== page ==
The first of the non-blue-chip quarterbacks off the board, Grayson will have at least a year to develop under Payton and Brees. If he can assume the throne when Brees steps down (or perhaps poison the King of New Orleans' wine), Grayson will be incredible value here.
The rest of the draft was dedicated to getting defensive coordinator Rob Ryan talented, hard-nosed football players, and for good reason. The soft Saints defense couldn't do anything right last season; the reinforcements to the run defense, pass rush and pass coverage were desperately needed.
Kikaha is a tremendous pass-rusher. He didn't post tremendous test numbers, but he had tremendous production.
New York Giants
Round 1, Pick 9 (9): Ereck Flowers, Miami OG
Round 2, Pick 1 (33) (from Titans): Landon Collins, Alabama SS
Round 3, Pick 10 (74): Owamagbe Odighizuwa, UCLA DE
Round 5, Pick 8 (144): Mykkele Thompson, Texas S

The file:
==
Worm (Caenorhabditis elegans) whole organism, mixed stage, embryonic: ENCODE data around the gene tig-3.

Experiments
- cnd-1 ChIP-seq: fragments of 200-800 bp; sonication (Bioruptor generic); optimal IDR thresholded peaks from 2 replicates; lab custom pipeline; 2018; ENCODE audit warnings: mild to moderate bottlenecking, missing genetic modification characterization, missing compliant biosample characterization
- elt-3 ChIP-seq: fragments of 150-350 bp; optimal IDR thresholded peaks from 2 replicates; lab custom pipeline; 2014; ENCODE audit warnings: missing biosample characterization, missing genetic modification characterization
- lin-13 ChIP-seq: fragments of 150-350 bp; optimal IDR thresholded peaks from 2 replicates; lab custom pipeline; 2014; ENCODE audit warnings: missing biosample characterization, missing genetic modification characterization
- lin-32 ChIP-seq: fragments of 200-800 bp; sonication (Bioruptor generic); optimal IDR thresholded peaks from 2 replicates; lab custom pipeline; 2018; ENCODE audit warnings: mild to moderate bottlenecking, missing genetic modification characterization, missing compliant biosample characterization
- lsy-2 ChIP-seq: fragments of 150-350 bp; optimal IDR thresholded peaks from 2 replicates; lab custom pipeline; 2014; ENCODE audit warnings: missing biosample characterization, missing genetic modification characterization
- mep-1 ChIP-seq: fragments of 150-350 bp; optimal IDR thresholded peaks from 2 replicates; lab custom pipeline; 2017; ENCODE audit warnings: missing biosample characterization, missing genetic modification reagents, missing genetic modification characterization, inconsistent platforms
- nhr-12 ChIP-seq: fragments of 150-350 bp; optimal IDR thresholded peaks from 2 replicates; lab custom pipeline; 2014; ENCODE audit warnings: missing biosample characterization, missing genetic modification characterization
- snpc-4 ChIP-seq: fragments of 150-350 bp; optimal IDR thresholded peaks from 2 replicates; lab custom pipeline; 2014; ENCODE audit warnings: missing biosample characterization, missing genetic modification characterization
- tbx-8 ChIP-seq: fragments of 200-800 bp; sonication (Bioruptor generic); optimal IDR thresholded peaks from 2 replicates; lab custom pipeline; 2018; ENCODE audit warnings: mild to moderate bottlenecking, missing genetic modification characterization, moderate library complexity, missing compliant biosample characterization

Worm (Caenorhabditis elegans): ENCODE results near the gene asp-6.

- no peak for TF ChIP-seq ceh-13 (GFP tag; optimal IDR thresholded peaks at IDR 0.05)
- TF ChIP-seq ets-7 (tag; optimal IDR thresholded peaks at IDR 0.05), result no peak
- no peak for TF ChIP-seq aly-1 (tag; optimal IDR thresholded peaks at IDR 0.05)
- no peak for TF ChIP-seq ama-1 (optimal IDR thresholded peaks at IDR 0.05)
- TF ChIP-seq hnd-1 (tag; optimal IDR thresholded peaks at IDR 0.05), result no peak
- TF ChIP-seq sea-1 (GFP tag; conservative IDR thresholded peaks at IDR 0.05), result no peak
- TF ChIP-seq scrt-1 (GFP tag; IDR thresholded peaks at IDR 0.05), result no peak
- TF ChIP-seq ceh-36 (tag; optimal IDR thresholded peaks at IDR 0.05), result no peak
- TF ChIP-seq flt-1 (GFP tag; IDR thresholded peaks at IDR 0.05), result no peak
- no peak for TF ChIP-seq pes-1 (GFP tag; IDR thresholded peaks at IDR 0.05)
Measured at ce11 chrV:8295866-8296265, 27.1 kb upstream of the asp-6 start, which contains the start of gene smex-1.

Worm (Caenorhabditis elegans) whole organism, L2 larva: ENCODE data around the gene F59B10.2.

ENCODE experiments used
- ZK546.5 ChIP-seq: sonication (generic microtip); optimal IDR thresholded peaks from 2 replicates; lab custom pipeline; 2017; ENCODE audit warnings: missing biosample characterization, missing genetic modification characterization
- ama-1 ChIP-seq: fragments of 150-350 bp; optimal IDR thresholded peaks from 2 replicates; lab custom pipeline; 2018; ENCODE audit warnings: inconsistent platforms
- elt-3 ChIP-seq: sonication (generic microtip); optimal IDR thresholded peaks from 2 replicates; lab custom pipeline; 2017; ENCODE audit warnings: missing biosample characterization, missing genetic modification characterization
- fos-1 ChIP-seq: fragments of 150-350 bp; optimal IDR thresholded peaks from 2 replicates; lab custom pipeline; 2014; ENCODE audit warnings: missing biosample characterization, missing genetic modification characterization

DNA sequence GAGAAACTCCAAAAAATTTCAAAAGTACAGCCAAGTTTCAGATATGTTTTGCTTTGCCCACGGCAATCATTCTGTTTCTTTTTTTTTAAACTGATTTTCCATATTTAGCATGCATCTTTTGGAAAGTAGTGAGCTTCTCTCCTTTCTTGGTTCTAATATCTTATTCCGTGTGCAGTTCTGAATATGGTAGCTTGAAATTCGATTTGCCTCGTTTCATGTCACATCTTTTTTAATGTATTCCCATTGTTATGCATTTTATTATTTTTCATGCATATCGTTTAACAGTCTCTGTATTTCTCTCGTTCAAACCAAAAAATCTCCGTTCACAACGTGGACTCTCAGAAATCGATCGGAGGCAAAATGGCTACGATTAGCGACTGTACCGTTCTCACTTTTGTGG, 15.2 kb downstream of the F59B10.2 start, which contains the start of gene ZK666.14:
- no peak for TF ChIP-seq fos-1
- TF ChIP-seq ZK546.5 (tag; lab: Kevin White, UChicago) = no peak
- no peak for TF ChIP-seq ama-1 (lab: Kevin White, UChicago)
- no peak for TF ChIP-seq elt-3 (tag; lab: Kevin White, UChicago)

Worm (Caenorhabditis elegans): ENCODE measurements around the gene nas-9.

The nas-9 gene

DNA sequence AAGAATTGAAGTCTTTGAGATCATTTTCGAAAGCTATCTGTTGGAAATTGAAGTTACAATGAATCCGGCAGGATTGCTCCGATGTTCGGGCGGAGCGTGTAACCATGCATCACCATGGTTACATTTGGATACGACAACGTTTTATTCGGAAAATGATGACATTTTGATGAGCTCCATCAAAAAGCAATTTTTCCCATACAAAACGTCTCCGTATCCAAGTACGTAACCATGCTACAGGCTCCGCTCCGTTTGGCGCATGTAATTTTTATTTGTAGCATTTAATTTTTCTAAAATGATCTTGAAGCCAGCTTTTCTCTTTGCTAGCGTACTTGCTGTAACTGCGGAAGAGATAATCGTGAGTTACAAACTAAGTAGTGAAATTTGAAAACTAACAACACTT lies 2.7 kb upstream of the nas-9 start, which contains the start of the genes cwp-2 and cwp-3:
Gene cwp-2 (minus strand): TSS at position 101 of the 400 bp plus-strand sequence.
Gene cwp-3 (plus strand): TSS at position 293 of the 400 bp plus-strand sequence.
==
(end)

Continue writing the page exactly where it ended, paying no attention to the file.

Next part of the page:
Round 6, Pick 10 (186): Geremy Davis, Connecticut WR
Round 7, Pick 9 (226): Bobby Hart, Florida State OG
Ereck Flowers is not athletic, technical or polished enough to protect the passer in the NFL, and that is a fatal flaw for a tackle—no matter which side of the line he anchors.
Drafting him No. 9 overall was a massive reach, even (and perhaps especially) if the Giants expect him to play guard. There were better offensive linemen available who would help more in 2015, and expecting him to develop into an eventual left tackle is a disappointment in the making.